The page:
Residency & Fellowship Programs: AP Rotations


General Aims

To help residents achieve competency through training in the principles and practice of hematopathology.

To provide a system of graduated responsibilities through which residents first are closely supervised, then given increasing responsibility, and finally allowed to achieve proficiency in description, diagnosis, and reporting of specimens related to hematopathology.

Overall Duties

The resident is responsible, in conjunction with the fellow, for the smooth operation of the hematopathology service. Specifically, the residents will obtain all useful information (clinical history, slides, ancillary studies) for all cases and present that information in an organized manner to the attendings.

In addition, they will write or enter in CoPath provisional diagnoses for the cases prior to review by an attending. In summary, the residents are responsible for every activity of the hematopathology service except the final diagnosis.

The resident’s responsibilities are graduated by level of training (see below). In the first rotation, the residents will receive close supervision and training by the fellow. During this training, the residents are strongly recommended to actively seek out and perform increasing amount of the service independent of the fellows. Eventually, the goal of the residents must be to obtain the knowledge and confidence to perform the service activities at the level of the fellow.

Click here for Instructions for Submission of Cases to Hematopathology.

Graduated Responsibilities By Level of Training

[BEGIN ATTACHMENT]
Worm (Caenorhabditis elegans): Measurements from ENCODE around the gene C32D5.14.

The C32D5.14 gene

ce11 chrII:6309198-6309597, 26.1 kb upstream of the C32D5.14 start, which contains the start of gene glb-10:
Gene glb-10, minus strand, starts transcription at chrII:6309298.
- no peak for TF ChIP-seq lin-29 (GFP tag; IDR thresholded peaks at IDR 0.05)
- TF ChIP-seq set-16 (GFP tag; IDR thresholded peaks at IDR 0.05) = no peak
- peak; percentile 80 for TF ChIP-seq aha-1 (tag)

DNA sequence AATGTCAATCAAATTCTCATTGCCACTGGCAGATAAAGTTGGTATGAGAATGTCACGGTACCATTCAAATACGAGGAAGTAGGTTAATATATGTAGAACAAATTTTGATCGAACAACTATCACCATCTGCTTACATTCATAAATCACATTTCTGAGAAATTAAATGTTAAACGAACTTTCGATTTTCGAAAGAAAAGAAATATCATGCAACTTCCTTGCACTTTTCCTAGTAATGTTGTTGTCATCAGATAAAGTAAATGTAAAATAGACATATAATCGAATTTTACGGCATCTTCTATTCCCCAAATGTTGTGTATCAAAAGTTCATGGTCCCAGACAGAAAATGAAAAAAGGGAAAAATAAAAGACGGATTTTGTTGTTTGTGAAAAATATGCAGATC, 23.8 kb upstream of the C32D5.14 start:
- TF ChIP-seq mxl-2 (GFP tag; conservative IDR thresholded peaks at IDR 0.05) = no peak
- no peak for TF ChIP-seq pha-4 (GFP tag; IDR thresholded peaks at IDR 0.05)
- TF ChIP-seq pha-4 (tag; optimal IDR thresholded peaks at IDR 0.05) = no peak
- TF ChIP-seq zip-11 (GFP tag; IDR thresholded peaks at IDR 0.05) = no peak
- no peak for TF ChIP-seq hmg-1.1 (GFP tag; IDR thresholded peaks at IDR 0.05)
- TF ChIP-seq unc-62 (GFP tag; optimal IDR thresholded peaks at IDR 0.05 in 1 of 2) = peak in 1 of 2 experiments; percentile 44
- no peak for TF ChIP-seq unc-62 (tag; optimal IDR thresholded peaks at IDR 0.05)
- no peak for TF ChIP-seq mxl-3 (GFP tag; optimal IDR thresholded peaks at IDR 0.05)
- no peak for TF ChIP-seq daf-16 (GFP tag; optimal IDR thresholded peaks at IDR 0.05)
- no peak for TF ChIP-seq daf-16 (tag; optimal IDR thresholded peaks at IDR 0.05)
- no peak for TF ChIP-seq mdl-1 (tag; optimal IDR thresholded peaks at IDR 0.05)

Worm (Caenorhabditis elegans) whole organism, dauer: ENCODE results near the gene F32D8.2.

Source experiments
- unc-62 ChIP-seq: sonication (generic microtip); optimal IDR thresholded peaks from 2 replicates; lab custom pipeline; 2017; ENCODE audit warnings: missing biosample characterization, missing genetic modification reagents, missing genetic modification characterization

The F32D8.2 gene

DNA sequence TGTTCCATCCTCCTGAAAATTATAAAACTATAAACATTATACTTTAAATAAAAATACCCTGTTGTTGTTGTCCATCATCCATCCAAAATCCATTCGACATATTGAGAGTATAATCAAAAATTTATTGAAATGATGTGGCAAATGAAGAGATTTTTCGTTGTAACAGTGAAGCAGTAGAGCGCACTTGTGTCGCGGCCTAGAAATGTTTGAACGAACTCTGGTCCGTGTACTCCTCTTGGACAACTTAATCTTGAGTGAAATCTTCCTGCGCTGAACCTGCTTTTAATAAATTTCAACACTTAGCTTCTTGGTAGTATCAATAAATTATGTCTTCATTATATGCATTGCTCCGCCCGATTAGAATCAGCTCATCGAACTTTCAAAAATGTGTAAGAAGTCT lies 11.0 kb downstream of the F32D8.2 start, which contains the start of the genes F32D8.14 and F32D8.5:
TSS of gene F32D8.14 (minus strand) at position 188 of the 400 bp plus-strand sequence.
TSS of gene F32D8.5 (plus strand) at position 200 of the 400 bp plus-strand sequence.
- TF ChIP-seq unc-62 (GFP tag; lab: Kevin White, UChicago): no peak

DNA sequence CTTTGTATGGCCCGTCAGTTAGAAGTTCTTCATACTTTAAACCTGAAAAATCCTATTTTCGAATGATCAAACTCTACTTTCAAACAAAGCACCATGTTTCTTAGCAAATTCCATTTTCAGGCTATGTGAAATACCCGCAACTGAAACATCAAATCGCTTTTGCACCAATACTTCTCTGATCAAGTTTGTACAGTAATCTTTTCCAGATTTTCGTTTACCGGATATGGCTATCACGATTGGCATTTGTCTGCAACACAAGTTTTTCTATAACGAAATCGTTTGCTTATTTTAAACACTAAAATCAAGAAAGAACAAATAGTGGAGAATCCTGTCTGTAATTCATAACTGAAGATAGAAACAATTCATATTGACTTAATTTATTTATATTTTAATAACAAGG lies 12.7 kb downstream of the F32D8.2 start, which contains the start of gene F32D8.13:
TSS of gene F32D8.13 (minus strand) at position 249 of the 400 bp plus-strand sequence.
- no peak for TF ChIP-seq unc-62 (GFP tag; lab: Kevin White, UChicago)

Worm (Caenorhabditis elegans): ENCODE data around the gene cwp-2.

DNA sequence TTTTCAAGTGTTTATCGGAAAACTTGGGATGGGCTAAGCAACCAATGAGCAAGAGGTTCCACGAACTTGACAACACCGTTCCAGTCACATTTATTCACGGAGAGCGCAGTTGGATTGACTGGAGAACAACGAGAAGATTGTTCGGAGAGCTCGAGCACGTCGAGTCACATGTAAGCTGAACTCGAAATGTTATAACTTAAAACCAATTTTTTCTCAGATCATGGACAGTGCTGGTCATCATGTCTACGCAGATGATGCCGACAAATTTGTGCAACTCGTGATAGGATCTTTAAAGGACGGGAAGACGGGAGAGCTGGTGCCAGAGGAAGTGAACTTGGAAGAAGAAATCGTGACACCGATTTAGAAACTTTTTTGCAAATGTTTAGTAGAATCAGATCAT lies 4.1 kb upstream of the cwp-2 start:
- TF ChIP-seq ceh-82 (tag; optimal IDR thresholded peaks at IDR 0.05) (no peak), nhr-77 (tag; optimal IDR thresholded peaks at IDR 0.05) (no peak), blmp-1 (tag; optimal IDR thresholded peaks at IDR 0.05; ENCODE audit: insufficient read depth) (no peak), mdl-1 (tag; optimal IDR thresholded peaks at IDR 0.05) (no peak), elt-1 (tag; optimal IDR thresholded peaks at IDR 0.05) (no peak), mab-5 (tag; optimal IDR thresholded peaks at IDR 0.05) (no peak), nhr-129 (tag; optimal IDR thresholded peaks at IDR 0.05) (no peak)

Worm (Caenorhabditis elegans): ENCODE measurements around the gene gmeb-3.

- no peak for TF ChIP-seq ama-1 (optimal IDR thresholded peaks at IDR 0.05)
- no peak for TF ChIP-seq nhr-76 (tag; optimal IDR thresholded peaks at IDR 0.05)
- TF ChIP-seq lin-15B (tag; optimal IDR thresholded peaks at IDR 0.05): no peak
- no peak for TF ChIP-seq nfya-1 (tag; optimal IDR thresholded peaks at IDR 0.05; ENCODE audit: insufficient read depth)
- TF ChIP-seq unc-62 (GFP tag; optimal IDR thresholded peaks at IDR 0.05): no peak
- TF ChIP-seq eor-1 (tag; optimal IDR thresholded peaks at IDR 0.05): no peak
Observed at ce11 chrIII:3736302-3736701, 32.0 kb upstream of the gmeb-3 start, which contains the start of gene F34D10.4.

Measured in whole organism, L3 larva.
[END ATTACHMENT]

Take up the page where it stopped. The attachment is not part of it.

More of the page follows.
Rotation: Responsibilities:
Junior Rotation
(1st Month)
  1. Learn routine service activities.
  2. Learn the fundamentals of microscopic interpretation.
  3. Learn to completely work–up bone marrow and tissue samples with help from the fellow (this includes taking responsibility for cases from the gross room to signout).
  4. Develop an understanding of the pathophysiology of the common hematological disease states encountered in bone marrow, lymph nodes, and soft tissue.
  5. Achieve basic competency in the interpretation of common immunohistochemical stains used in hematopathology.
Senior Rotation
(2nd and 3rd month)
  1. Become proficient in managing the routine service activities.
  2. Achieve a higher level of accuracy in ability to independently evaluate hematopathology cases.
  3. “Act as a fellow” to render preliminary diagnosis.
  4. Learn the role of a hematopathologist as a consultant.

Self–Study Material

The resident is responsible for reading the material from this textbook independently during the first month on service. Slides from study sets available in the division can be used in conjunction with reading materials. Other self–study material should also be utilized.

World Health Organization Classification of Tumours: Pathology and Genetics, Tumours of Haematopoietic and Lymphoid Tissue.
IARC Press, 2001. (new edition expected August 2008)

Required Conferences

Day Time Event
1–2 times
per month
8:30 AM – 9:30 AM Hematopathology Conference for
Pathology Residents
2nd & 4th week
12:30 PM – 1:30 PM Hematopathology Journal Club
9:00 AM – 11:00 AM Clinical Hematology Rounds
9:30 AM – 10:30 AM Cytogenetics/DNA/Cytogenetics Rounds
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